"It's a culture of apathy…they're trained to [show up late] because no one is every ready for them," Ms. Torrance says of surgeons. "They get there early to just sit around and do nothing."

To combat this issue, hospitals should do the following:

Put together a daily huddle. One good step toward eliminating these issues is instituting a daily huddle with OR staff. In the huddle, staff members should run down the equipment and supplies they will need for the next day's surgeries. The surgeon's preference card is pulled and verified, and instrumentations are prepared prior to the day of surgery. Staff can also check that every patient's lab work is up-to-date and patients are optimized for surgery. Planning ahead can help put an end to surprises or conflicts that stall procedures from starting on time.

Make sure staff members arrive on time. Ms. Torrance compares OR start times to airplane takeoffs — if the first flight doesn't take off on time, it can back everything up across the country. Similarly, if the day's first surgery is delayed, subsequent surgeries in that OR will also be delayed.

After those changes are made, "then we need to start holding the surgeons accountable for getting there on time," Ms. Torrance says. These two simple steps will eliminate the common reasons or excuses they previously had to arrive later than scheduled.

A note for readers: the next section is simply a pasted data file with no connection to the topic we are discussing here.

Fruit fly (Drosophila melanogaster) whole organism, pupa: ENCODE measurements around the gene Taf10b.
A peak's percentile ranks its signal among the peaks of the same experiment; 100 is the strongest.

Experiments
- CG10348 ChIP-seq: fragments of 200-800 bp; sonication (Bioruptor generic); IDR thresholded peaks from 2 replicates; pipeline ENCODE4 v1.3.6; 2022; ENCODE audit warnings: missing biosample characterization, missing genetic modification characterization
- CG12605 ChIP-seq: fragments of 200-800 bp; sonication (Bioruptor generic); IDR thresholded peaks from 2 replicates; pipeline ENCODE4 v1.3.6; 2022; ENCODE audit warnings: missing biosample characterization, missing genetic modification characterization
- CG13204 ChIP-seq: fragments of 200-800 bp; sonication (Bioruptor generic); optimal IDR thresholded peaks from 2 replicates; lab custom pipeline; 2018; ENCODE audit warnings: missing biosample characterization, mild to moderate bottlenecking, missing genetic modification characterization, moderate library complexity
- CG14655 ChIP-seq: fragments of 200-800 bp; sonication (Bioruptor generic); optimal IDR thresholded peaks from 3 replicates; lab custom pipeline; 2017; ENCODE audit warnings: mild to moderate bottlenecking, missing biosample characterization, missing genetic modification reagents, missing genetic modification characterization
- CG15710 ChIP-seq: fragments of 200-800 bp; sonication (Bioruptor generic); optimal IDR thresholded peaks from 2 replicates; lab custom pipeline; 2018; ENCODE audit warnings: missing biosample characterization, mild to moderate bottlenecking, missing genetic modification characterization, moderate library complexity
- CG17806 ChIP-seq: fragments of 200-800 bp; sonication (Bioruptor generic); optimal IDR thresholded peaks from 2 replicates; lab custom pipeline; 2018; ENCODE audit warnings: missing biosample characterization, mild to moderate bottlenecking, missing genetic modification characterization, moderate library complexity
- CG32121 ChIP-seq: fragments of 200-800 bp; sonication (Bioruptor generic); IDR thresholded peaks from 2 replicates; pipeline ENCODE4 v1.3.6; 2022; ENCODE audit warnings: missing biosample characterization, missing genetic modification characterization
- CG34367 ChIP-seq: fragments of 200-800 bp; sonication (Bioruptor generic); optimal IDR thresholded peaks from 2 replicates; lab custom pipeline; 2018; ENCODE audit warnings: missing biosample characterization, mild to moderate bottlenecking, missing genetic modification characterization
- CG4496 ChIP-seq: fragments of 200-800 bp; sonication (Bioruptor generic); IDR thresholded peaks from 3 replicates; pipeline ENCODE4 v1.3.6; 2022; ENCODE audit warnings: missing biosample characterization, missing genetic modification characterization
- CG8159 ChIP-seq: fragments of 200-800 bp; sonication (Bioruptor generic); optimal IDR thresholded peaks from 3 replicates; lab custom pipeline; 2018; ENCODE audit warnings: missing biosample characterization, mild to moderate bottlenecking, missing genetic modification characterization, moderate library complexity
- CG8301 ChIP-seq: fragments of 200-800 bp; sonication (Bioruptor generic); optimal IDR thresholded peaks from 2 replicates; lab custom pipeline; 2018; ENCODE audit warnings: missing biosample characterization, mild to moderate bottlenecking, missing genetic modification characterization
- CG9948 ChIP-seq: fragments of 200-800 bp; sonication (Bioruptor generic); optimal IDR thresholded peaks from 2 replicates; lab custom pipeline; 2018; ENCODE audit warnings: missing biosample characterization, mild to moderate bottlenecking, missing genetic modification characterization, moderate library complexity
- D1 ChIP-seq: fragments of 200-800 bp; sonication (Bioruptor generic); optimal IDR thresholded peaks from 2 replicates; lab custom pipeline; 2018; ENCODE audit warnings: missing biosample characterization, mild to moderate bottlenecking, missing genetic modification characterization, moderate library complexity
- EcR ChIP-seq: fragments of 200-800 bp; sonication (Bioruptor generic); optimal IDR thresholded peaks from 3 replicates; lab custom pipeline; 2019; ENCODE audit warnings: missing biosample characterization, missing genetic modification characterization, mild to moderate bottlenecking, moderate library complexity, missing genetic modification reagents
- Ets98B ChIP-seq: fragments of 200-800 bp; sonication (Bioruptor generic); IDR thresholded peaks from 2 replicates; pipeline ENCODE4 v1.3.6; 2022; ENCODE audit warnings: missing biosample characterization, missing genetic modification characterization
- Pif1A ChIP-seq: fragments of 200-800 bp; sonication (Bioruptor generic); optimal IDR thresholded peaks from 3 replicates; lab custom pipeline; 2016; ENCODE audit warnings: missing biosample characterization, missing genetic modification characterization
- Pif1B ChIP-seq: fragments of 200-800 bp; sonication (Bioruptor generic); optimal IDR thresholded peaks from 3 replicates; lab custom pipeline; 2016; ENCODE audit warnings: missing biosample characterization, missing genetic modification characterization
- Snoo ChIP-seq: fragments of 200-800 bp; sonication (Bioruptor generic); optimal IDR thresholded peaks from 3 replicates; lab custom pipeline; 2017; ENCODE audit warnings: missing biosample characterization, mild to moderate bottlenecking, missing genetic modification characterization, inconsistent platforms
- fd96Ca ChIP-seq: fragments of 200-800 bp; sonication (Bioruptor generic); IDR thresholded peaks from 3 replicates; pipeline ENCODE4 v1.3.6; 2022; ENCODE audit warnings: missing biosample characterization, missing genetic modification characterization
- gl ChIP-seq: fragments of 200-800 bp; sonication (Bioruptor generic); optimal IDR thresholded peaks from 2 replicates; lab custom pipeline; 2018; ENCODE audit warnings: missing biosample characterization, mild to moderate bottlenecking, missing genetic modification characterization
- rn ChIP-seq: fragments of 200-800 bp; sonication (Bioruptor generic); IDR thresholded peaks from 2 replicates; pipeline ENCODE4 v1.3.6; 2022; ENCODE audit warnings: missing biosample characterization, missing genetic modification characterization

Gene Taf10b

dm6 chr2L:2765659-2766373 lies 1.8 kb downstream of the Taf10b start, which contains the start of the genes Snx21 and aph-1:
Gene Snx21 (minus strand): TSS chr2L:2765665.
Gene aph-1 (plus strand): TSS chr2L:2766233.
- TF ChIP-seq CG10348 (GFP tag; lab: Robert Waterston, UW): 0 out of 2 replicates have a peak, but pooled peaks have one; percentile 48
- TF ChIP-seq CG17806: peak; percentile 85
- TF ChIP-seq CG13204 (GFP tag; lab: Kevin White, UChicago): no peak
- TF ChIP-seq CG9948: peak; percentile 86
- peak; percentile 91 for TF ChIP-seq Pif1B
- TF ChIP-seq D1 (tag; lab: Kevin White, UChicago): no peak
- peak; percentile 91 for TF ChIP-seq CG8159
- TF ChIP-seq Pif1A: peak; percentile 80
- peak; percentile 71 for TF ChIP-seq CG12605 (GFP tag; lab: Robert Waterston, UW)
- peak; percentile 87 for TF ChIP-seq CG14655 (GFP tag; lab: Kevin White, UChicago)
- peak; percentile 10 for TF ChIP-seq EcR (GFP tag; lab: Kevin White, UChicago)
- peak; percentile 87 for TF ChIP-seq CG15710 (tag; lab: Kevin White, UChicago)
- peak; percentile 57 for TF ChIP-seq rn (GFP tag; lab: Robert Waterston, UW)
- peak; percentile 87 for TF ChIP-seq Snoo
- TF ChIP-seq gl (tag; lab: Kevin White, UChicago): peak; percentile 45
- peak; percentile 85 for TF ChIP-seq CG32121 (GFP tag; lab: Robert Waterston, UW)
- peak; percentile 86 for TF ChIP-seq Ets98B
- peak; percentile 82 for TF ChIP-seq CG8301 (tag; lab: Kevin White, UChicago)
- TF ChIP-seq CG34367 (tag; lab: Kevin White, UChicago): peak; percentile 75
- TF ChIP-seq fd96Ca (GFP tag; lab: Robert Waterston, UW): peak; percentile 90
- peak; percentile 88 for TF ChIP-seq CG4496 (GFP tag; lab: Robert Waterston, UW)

Improve turnover time

Another area ripe for improvement when it comes to OR efficiency is cutting down on time in between cases. This is easier said than done, according to Thomas Blasco, MD, medical director of Surgical Directions.

"The hardest thing to do in an OR is improve room turnover time," he says, "because the incentives in an OR are directly conflicting with the need for quick turnovers." For instance, nurses are often not incentivized for speeding up room turnovers. Therefore, open communication with the nursing and anesthesia staff is paramount to truly make a dent in turnover times.

Combined with open and honest communication, Surgical Directions recommends and helps hospitals with two solutions to this issue:

Record actual turnovers. It can be beneficial for hospitals to pull out a camera and actually videotape turnovers, Ms. Torrance says. If leaders are simply asking frontline staff what a turnover entails, they "tell you what their perception is" instead of what might actually be happening. "You have to observe the current process of turnovers," Ms. Torrance urges. "When you tape it, you can see all kinds of things to improve."